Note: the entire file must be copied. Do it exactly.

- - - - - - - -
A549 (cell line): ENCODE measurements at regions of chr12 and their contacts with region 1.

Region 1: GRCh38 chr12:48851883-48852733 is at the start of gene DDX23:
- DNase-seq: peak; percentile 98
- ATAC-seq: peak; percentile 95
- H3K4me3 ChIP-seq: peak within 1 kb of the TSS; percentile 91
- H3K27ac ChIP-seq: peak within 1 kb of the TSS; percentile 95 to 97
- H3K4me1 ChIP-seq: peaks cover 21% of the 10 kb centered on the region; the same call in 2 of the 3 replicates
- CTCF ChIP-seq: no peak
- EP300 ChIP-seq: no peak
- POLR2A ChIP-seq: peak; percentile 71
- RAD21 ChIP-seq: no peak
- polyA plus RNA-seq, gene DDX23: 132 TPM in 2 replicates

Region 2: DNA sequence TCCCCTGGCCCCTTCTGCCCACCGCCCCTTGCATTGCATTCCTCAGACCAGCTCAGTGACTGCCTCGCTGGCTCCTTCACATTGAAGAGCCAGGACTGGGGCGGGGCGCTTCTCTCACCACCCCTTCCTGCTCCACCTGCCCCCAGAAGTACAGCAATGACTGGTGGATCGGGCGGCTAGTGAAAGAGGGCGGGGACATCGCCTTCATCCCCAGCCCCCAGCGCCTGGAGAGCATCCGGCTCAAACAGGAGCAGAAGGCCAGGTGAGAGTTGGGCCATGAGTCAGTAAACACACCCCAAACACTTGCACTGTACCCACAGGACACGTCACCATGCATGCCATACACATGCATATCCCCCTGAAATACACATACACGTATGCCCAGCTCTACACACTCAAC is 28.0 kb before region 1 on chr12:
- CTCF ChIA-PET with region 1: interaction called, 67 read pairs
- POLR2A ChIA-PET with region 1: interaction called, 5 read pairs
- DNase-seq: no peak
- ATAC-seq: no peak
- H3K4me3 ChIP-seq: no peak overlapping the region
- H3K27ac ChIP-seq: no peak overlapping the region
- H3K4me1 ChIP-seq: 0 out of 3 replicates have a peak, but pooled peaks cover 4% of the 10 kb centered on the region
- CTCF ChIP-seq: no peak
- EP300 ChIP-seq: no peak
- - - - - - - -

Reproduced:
A549 (cell line): ENCODE measurements at regions of chr12 and their contacts with region 1.

Region 1: GRCh38 chr12:48851883-48852733 is at the start of gene DDX23:
- DNase-seq: peak; percentile 98
- ATAC-seq: peak; percentile 95
- H3K4me3 ChIP-seq: peak within 1 kb of the TSS; percentile 91
- H3K27ac ChIP-seq: peak within 1 kb of the TSS; percentile 95 to 97
- H3K4me1 ChIP-seq: peaks cover 21% of the 10 kb centered on the region; the same call in 2 of the 3 replicates
- CTCF ChIP-seq: no peak
- EP300 ChIP-seq: no peak
- POLR2A ChIP-seq: peak; percentile 71
- RAD21 ChIP-seq: no peak
- polyA plus RNA-seq, gene DDX23: 132 TPM in 2 replicates

Region 2: DNA sequence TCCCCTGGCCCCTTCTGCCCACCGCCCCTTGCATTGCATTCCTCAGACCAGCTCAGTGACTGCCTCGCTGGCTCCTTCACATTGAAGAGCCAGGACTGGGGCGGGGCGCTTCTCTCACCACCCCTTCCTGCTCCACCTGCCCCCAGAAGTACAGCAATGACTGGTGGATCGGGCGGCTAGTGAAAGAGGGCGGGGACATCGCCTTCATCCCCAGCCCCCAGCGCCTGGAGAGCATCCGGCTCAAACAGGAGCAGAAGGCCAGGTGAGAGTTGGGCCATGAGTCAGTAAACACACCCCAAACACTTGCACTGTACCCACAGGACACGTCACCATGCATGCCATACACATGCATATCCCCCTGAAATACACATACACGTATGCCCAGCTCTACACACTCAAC is 28.0 kb before region 1 on chr12:
- CTCF ChIA-PET with region 1: interaction called, 67 read pairs
- POLR2A ChIA-PET with region 1: interaction called, 5 read pairs
- DNase-seq: no peak
- ATAC-seq: no peak
- H3K4me3 ChIP-seq: no peak overlapping the region
- H3K27ac ChIP-seq: no peak overlapping the region
- H3K4me1 ChIP-seq: 0 out of 3 replicates have a peak, but pooled peaks cover 4% of the 10 kb centered on the region
- CTCF ChIP-seq: no peak
- EP300 ChIP-seq: no peak